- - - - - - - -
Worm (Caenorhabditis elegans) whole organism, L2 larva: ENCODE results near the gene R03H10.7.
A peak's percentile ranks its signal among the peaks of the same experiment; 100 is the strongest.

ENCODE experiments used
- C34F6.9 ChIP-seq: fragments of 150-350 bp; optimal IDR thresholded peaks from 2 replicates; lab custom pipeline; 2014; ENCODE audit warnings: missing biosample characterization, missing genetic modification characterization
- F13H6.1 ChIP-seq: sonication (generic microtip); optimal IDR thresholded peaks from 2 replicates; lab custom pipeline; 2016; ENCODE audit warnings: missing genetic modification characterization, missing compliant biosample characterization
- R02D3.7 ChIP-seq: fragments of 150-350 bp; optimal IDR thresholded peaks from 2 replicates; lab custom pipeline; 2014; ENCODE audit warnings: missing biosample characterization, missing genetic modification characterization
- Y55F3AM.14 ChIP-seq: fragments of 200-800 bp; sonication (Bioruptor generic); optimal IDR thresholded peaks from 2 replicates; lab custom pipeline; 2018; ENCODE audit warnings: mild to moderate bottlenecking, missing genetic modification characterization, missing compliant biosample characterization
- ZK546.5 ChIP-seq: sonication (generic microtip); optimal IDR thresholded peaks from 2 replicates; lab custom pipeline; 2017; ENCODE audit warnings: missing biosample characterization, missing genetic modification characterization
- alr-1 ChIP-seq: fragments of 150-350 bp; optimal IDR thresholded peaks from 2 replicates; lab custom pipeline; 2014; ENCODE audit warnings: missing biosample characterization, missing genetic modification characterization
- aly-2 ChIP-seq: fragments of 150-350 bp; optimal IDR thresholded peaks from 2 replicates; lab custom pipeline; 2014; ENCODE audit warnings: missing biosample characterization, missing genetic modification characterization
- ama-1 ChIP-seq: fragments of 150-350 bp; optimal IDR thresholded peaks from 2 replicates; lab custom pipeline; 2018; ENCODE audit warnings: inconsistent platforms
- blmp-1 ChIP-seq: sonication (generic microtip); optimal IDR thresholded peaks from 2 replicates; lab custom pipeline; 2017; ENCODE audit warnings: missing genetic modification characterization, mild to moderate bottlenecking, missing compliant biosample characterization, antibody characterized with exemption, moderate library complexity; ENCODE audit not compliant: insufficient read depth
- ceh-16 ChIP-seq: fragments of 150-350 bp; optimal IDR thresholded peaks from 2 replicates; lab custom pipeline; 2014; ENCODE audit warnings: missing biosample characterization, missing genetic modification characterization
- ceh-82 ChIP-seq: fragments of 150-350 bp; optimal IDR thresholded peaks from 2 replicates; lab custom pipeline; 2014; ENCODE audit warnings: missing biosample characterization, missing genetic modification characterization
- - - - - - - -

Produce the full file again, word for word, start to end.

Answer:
Worm (Caenorhabditis elegans) whole organism, L2 larva: ENCODE results near the gene R03H10.7.
A peak's percentile ranks its signal among the peaks of the same experiment; 100 is the strongest.

ENCODE experiments used
- C34F6.9 ChIP-seq: fragments of 150-350 bp; optimal IDR thresholded peaks from 2 replicates; lab custom pipeline; 2014; ENCODE audit warnings: missing biosample characterization, missing genetic modification characterization
- F13H6.1 ChIP-seq: sonication (generic microtip); optimal IDR thresholded peaks from 2 replicates; lab custom pipeline; 2016; ENCODE audit warnings: missing genetic modification characterization, missing compliant biosample characterization
- R02D3.7 ChIP-seq: fragments of 150-350 bp; optimal IDR thresholded peaks from 2 replicates; lab custom pipeline; 2014; ENCODE audit warnings: missing biosample characterization, missing genetic modification characterization
- Y55F3AM.14 ChIP-seq: fragments of 200-800 bp; sonication (Bioruptor generic); optimal IDR thresholded peaks from 2 replicates; lab custom pipeline; 2018; ENCODE audit warnings: mild to moderate bottlenecking, missing genetic modification characterization, missing compliant biosample characterization
- ZK546.5 ChIP-seq: sonication (generic microtip); optimal IDR thresholded peaks from 2 replicates; lab custom pipeline; 2017; ENCODE audit warnings: missing biosample characterization, missing genetic modification characterization
- alr-1 ChIP-seq: fragments of 150-350 bp; optimal IDR thresholded peaks from 2 replicates; lab custom pipeline; 2014; ENCODE audit warnings: missing biosample characterization, missing genetic modification characterization
- aly-2 ChIP-seq: fragments of 150-350 bp; optimal IDR thresholded peaks from 2 replicates; lab custom pipeline; 2014; ENCODE audit warnings: missing biosample characterization, missing genetic modification characterization
- ama-1 ChIP-seq: fragments of 150-350 bp; optimal IDR thresholded peaks from 2 replicates; lab custom pipeline; 2018; ENCODE audit warnings: inconsistent platforms
- blmp-1 ChIP-seq: sonication (generic microtip); optimal IDR thresholded peaks from 2 replicates; lab custom pipeline; 2017; ENCODE audit warnings: missing genetic modification characterization, mild to moderate bottlenecking, missing compliant biosample characterization, antibody characterized with exemption, moderate library complexity; ENCODE audit not compliant: insufficient read depth
- ceh-16 ChIP-seq: fragments of 150-350 bp; optimal IDR thresholded peaks from 2 replicates; lab custom pipeline; 2014; ENCODE audit warnings: missing biosample characterization, missing genetic modification characterization
- ceh-82 ChIP-seq: fragments of 150-350 bp; optimal IDR thresholded peaks from 2 replicates; lab custom pipeline; 2014; ENCODE audit warnings: missing biosample characterization, missing genetic modification characterization